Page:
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Bright Lines and Cheating

photo: littlevanities via Flickr

When I was Securities Commissioner in Tennessee in the early 1980s, I had the discretion to judge whether specific securities met fairness guidelines adopted by regulations. That concept must startle people today. A poorly-paid and doubtless ignorant state bureaucrat has the power to deny the masters of the universe their heaven-sent right to sell whatever garbage they dreamed up to my fellow Tennesseans? That’s probably incomprehensible to a generation raised not to notice that the theory that markets regulate themselves is crazy.

In the early 1980s, state securities regulators were coming under attack from the SEC over our intrusive regulation and our sour attitude towards the securities industry. Lobbyists were all over us at our meetings, telling us that we were interfering with the brilliance of their business, and otherwise insulting our intelligence. One of their principal demands was that we provide bright line tests for fairness and for any regulation, so that they would know exactly what they could and couldn’t do.

I never understood the point of that. If a regulator is bound by fixed rules there is no way to prevent people from trying to game the system. Consider the case SEC v. Howey Co., 328 US 293 (1946). Howey owned citrus groves in Florida. It offered people the opportunity to buy into the orange grove business, one acre at a time. The acre was one row of 48 trees, right next to another row of 48 trees. You could also buy a contract to take care of the oranges and market them. Obviously folks from Ohio and Vermont weren’t going to cultivate their grove, so they hired Howey or another company to do it for them. . . .

The SEC filed suit asking for an injunction barring Howey from offering to sell the combination of real estate and orange grove management services, on the grounds that it was a security. They argued that the combination was an investment contract, a term used in the statutory definition of security. The District Court and Court of Appeals ruled against the SEC. The lower courts treated the two contracts separately, and held that they were merely a transfer of real estate and a contract to manage the real estate. The Supreme Court unanimously disagreed.

The Court observed that there is no statutory definition of the term investment contract, nor was there any relevant legislative history. The Court pointed out that the term was widely used in state Blue Sky laws, the kind I enforced, where it was interpreted broadly to provide protection for investors. “Form was disregarded for substance, and emphasis was placed on economic reality.” The correct interpretation of the term investment contract was purchase of a share in“… a common enterprise with the expectation that they would earn a profit solely through the efforts of the promoter or of some one other than themselves.” Id. at 298.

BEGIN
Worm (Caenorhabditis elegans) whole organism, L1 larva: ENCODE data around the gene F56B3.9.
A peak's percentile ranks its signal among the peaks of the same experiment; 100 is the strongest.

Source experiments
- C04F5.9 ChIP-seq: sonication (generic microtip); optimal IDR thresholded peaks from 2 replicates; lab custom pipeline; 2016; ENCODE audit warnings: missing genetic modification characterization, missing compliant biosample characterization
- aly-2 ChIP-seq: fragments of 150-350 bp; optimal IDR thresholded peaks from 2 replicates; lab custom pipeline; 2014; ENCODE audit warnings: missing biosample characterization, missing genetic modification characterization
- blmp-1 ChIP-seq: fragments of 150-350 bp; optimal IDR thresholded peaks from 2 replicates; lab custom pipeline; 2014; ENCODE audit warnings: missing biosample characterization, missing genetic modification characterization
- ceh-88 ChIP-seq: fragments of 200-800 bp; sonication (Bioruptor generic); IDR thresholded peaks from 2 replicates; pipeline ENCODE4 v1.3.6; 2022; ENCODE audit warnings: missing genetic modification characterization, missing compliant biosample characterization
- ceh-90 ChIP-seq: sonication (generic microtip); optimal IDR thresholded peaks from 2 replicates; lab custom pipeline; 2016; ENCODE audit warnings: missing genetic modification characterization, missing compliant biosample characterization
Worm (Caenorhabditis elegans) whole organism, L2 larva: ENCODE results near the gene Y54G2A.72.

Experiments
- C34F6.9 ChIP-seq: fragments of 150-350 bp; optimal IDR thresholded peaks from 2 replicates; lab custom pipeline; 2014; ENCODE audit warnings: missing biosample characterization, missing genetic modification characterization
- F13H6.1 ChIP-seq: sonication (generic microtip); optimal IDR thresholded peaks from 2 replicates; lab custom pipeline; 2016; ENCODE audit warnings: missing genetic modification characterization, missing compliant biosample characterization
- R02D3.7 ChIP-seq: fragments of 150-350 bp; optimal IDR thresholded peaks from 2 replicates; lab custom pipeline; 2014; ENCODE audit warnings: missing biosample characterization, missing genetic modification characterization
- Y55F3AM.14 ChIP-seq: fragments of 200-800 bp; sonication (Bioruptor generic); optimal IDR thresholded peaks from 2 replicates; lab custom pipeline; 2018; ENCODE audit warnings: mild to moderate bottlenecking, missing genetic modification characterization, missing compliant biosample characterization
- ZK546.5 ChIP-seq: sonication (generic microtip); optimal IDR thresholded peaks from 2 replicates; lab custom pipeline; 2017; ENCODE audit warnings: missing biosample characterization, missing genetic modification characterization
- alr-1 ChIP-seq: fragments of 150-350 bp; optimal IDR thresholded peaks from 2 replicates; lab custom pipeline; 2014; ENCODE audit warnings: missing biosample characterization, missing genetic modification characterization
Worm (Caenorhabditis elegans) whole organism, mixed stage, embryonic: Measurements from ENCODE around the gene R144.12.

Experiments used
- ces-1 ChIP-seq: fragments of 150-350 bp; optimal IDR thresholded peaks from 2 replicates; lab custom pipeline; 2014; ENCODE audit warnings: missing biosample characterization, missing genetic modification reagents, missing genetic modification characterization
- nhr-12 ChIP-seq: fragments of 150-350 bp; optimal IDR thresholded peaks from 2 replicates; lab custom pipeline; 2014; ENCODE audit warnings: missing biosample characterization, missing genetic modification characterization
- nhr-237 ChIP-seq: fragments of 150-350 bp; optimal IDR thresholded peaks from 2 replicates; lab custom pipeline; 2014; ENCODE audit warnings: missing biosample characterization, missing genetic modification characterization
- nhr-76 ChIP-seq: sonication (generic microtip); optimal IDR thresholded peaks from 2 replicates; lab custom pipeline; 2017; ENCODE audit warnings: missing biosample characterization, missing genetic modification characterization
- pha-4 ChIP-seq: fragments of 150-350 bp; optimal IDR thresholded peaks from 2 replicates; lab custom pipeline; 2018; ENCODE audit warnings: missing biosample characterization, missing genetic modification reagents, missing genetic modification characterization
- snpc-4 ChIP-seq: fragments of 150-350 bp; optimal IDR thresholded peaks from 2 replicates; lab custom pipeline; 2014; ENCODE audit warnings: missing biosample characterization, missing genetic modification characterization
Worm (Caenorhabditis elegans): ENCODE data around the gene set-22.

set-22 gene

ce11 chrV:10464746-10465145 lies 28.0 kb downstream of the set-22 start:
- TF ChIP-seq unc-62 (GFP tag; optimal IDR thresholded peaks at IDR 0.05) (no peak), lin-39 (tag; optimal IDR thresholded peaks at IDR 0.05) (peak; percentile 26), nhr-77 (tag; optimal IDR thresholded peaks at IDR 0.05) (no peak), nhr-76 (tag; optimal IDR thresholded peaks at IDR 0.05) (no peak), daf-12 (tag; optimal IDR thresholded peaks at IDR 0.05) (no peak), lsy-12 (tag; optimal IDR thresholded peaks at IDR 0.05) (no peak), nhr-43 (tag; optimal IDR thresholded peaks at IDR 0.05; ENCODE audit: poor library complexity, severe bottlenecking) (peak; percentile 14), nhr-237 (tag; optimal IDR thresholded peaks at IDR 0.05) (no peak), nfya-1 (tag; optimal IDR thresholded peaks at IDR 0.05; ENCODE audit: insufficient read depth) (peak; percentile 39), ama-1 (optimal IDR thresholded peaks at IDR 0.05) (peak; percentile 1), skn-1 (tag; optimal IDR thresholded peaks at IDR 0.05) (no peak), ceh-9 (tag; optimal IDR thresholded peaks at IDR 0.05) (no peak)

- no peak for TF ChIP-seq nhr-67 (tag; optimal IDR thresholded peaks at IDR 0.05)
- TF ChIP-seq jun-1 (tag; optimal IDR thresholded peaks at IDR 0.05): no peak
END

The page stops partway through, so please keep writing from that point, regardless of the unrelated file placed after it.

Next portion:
Now consider this case: a guy sells earthworms to people and promises to buy back their total production at the same or higher price. If we were under a bright line test, he would argue that the people did all the work, he just bought the worms back. Because the Supreme Court didn’t establish bright lines, the Court in Murfreesboro could hold that he provided the essential services necessary to make the venture profitable, and off to jail with him.

Now, of course, we live in bright line times. If Howey Co. came up today, the school of statutory construction led by noted Lewis Carroll scholar Antonin Scalia would rule that Congress must have meant the words it used, because business needs bright lines so it can operate efficiently. There was a contract, they would say, in fact two contracts. On the other hand, where was the investment? Buyers acquired something of value in itself, and they made the decision to hire some help to realize that value. They would have agreed with the lower courts in Howey.

The recent case of insurance companies announcing that they had found a loophole in the health insurance reform laws which permitted it to deny coverage to children with pre-existing conditions is a present-day example. In the same way, women with breast cancer will be exposed to loss of coverage under fraud exceptions, no matter how the language is drafted. When Angela Merkel announced that Germany would ban certain naked short sales, the business press said it was irrelevant because naked shorts are permitted in London, so everyone will just go there.

That is exactly what the Scalia school of interpretation wanted: laws regulating corporations can’t be enforced because they cannot be written carefully enough to cover every contingency. Corporations only need to stay within the bright lines as they interpret them. And a law that cannot be enforced might as well not exist.

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